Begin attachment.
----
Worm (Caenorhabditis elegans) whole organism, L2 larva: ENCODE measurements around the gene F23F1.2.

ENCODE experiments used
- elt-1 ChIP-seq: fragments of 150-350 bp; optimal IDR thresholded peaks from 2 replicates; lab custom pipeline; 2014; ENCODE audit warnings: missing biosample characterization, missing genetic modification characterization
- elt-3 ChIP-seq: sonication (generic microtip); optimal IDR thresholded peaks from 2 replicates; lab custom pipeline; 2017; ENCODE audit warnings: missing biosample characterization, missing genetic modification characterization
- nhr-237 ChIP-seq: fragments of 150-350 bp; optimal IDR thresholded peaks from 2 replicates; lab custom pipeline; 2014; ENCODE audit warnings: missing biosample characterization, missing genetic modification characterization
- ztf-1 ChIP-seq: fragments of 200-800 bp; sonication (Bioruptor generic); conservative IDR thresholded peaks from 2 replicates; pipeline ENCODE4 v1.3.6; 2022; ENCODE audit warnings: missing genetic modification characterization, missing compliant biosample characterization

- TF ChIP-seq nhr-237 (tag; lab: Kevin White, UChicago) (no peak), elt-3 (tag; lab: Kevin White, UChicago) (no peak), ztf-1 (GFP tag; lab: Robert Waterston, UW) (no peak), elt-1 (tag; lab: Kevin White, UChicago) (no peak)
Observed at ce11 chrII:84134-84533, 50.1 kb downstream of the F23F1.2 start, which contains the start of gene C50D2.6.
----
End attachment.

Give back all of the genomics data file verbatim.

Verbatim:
Worm (Caenorhabditis elegans) whole organism, L2 larva: ENCODE measurements around the gene F23F1.2.

ENCODE experiments used
- elt-1 ChIP-seq: fragments of 150-350 bp; optimal IDR thresholded peaks from 2 replicates; lab custom pipeline; 2014; ENCODE audit warnings: missing biosample characterization, missing genetic modification characterization
- elt-3 ChIP-seq: sonication (generic microtip); optimal IDR thresholded peaks from 2 replicates; lab custom pipeline; 2017; ENCODE audit warnings: missing biosample characterization, missing genetic modification characterization
- nhr-237 ChIP-seq: fragments of 150-350 bp; optimal IDR thresholded peaks from 2 replicates; lab custom pipeline; 2014; ENCODE audit warnings: missing biosample characterization, missing genetic modification characterization
- ztf-1 ChIP-seq: fragments of 200-800 bp; sonication (Bioruptor generic); conservative IDR thresholded peaks from 2 replicates; pipeline ENCODE4 v1.3.6; 2022; ENCODE audit warnings: missing genetic modification characterization, missing compliant biosample characterization

- TF ChIP-seq nhr-237 (tag; lab: Kevin White, UChicago) (no peak), elt-3 (tag; lab: Kevin White, UChicago) (no peak), ztf-1 (GFP tag; lab: Robert Waterston, UW) (no peak), elt-1 (tag; lab: Kevin White, UChicago) (no peak)
Observed at ce11 chrII:84134-84533, 50.1 kb downstream of the F23F1.2 start, which contains the start of gene C50D2.6.